Cathy and Peter Surgenor
February 6, 2018
Apartadó, Urabá, Colombia
There are two stories about an iglesia in the Humanitarian Zone. Maybe elements of both stories are true. When the plantation masters were departing, they tore down all the buildings. One story says that the women took up machetes and sticks and stood around the iglesia (where gas was already spread on the ground) and said, “You will need to kill us in order to burn this iglesia.” The other story says that the women gathered inside the iglesia and shouted out, “You must kill us to burn this iglesia.” So the presence of this building is an important statement for the community.
Over 70 persons gathered in the iglesia for worship, and each one introduced him/herself. Someone explained the community experience, values and way of living. Some community members shared their stories of displacement and struggle. Father Alberto shared some thoughts during the sharing time, “The scandal of the world is not the atheists. The scandal of the world is those who go to church who do not work for justice. The work of the church is for justice.”
We Presbyterians, 3 pastors, 2 Young Adult Volunteers, and 2 PPF accompaniers, were privileged to sleep in the iglesia. Washing in the river after dark invigorated us.
After breakfast in the morning, we toured the community, stopping first at a small booth or shelter, where we recalled the origin of the community and Walberto, a community member who was assassinated for speaking out.
The remains of the casa grande (large house), where the finca masters lived and worked, was the highlight of our tour. It was the seat of power; the masters made the people feel like slaves. Paramilitarios often found shelter in this house while it was occupied by the masters. When the land title was returned to the community, members of a family of masters refused to leave. A government official clearly told the family to leave the land, but no one from the government enforced the demand. The community waited for months and finally insisted that the government act or the community would act. The women of the community, to assert their rights and save their lives, entered the house and removed the remaining family. In song and poem the members of the community tell how one night a “great wind” knocked the house down (i.e., one stormy night they took action themselves). The remains of the house remind everyone of the occupation by the finca masters and also of the community’s power to bring justice.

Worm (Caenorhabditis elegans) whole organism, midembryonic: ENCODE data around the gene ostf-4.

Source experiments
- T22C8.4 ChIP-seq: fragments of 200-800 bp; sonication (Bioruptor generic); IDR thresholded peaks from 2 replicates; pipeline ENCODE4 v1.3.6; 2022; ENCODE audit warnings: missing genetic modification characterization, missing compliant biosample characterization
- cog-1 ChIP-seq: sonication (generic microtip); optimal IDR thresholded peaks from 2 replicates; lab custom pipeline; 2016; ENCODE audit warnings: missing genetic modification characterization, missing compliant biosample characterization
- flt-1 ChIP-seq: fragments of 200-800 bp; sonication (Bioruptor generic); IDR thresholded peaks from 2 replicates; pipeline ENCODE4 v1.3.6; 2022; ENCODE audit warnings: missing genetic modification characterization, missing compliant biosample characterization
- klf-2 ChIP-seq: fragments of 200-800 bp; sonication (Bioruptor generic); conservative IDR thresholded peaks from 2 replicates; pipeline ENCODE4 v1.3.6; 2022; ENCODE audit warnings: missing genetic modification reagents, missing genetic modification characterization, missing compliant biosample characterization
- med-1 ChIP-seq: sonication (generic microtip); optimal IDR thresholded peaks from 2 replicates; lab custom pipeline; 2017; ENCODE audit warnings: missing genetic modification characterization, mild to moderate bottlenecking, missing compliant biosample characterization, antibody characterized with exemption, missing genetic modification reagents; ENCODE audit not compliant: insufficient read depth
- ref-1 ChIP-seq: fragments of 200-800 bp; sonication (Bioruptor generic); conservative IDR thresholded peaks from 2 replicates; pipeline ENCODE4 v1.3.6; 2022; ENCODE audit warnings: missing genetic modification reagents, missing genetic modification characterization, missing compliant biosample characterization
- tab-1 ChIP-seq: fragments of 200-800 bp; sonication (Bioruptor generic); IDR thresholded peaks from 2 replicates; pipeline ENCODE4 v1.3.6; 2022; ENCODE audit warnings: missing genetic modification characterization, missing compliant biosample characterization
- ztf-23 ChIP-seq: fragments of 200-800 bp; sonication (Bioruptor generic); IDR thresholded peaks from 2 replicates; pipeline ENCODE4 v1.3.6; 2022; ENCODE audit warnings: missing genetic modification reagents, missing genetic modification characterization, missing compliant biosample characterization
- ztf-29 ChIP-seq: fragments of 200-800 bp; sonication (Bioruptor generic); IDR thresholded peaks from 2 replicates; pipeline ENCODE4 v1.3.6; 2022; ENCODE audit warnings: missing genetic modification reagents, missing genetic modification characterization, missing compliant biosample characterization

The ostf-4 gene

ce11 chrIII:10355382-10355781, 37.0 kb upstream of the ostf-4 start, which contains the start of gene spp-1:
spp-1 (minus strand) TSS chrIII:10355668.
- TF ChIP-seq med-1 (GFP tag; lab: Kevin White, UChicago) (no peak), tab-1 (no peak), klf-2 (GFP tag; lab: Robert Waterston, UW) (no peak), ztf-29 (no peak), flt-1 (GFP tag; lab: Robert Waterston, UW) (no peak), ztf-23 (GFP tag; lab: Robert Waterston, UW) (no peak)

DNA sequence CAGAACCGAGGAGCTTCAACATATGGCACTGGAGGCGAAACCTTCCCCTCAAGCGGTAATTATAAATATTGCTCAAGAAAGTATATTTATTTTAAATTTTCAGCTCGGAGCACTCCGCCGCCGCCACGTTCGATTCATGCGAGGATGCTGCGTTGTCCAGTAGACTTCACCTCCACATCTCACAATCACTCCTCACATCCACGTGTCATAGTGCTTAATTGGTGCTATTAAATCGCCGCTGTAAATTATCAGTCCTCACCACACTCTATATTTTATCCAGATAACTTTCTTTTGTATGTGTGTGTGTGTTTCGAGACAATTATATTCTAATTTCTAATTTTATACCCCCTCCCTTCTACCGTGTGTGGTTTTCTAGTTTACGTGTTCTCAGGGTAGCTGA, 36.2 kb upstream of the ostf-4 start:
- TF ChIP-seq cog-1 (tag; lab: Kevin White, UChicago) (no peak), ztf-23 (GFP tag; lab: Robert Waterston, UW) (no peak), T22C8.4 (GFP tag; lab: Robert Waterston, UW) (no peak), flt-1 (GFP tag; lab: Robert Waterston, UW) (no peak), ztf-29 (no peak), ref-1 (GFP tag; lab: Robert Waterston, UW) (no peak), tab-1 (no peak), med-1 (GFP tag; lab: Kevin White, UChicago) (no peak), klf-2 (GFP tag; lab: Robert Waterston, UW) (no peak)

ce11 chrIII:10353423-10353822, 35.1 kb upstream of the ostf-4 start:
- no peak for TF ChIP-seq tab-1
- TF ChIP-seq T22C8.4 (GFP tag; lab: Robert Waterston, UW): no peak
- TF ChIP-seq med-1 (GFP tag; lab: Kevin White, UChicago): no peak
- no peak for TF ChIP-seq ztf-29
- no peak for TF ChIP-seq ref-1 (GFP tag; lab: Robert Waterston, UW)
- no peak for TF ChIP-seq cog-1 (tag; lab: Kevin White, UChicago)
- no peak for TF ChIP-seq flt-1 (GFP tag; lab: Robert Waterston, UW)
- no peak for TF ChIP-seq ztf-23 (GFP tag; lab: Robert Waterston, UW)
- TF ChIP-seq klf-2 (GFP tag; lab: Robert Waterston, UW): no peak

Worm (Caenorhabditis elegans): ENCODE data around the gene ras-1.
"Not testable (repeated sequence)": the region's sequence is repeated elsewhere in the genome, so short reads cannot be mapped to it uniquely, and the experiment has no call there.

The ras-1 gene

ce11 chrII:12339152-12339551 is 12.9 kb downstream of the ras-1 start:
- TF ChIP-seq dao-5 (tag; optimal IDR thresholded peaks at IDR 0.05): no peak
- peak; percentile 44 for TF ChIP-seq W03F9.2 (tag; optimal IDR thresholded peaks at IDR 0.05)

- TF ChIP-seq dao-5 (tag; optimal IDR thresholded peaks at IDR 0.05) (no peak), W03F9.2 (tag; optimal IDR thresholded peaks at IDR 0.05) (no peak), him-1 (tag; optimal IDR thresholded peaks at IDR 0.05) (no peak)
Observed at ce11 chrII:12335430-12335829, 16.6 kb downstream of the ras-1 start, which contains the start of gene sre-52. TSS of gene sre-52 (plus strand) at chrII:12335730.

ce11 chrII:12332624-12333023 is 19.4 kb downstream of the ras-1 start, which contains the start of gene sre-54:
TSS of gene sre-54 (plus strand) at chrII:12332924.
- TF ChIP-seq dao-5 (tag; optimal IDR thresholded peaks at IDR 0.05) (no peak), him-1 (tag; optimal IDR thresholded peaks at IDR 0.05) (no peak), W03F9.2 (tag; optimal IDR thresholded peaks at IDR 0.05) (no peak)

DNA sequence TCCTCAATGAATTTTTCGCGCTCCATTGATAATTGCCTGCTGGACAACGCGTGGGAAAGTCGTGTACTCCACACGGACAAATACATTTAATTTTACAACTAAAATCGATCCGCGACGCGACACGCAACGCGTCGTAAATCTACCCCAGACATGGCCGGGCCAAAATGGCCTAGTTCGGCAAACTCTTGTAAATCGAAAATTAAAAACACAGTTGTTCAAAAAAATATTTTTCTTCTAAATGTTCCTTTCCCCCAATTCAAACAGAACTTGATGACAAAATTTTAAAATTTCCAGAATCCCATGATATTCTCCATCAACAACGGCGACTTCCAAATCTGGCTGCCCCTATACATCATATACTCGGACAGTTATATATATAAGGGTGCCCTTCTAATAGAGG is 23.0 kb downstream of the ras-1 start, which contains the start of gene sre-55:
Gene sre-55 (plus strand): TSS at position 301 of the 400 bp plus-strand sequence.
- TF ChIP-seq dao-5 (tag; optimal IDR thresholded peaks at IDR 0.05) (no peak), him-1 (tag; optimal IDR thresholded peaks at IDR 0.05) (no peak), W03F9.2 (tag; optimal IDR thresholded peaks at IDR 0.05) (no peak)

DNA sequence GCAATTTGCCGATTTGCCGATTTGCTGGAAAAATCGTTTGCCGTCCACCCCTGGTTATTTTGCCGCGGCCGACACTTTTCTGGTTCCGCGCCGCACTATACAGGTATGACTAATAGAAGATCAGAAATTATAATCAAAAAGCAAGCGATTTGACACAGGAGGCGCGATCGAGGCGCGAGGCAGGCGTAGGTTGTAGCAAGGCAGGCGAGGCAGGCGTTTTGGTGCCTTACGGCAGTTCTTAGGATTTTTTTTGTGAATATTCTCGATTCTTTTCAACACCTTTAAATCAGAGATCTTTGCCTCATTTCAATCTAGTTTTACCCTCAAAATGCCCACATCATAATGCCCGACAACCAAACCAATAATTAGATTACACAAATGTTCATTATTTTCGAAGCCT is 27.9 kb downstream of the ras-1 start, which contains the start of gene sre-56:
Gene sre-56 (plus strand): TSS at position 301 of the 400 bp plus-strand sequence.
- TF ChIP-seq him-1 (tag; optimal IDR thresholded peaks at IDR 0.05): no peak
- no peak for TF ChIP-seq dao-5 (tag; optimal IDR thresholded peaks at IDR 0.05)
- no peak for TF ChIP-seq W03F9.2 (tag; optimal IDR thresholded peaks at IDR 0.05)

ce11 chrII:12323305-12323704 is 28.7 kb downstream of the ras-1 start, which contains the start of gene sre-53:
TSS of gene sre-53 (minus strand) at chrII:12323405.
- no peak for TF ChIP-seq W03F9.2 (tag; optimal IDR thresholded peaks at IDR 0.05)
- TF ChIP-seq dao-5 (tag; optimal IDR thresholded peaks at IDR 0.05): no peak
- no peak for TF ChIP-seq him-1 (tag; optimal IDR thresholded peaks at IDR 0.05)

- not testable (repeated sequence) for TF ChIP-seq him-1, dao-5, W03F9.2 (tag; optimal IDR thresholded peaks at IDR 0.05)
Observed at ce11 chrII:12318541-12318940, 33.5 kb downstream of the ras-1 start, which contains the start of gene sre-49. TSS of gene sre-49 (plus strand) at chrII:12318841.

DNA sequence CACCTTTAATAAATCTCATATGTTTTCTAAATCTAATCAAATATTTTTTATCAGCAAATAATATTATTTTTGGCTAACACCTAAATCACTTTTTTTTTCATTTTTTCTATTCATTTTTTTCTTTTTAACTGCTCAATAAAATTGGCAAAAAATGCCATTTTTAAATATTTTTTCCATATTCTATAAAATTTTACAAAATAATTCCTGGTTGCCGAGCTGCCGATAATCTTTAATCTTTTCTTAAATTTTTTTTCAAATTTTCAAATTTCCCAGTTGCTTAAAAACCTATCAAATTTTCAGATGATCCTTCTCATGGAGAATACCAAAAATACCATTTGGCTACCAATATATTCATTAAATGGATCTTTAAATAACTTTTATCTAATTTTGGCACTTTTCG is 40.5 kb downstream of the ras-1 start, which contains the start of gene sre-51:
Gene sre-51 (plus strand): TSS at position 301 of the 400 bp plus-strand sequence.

After fond farewells, we walked the 2km back to vehicles for the bumpy ride to the highway. Everyone’s heads swayed in unison, a “bobble head” experience, as the van slowly traversed what was almost a road.
At another Humanitarian Zone, a woman named Leticia welcomed us with a broad smile that brought brightness and light to us. She told of a time when a man with a gun on each hip insisted that she give up her land. She said, “Shoot me if you must, but this is my land.” For months, when the man’s cows came into her crops, she and other women pushed the cows back where they belonged. At every turn, she has had to defend her family’s home and rights. She shared that each day brings the possibility of more threats, harm or death. Her courage and fortitude have encouraged other families to return to this community and to their rightful land. Leticia’s welcoming home had a floor of well-worn dirt—plus internet access and DirectTV. We shared lunch with the kittens, dog and chickens.
From there we walked through a banana grove to visit a FARC re-integration camp, where formerly armed combatants now live with their families — and no weapons. They are receiving the education they had missed by fighting at a young age. The leader of this FARC community wanted us, the “Pilgrims” group, to know that they had taken a risk by giving up their arms for peace.
In spite of action by some FARC members, the Colombian government is not holding up its end of the peace agreement. As we walked into the camp, we saw fully armed National Policia/Army. The camp community shared that this armed presence is to protect them from the assassins. Even though the peace agreement included a promise that the FARC could campaign in the coming election, the army doesn’t allow community members to leave the compound. FARC members welcome us, though. We are witnesses to police actions and the community’s plight. As we sat and talked with them, they entreated us to tell others that they are not the ruthless criminals that the media portrays. They see themselves as campesinos who want to see the peace agreement implemented so they can return to their farms and communities.
After a long ride, we dropped off the Pilgrimage members at the airport and then drove to our apartment in Apartadó. Our heads are full of memories and stories. Our hearts are full of grief for those lost and compassion for those who struggle. It was a great privilege to join this pilgrimage with church leaders from around the world and the Urubá region who are working for peace and justice.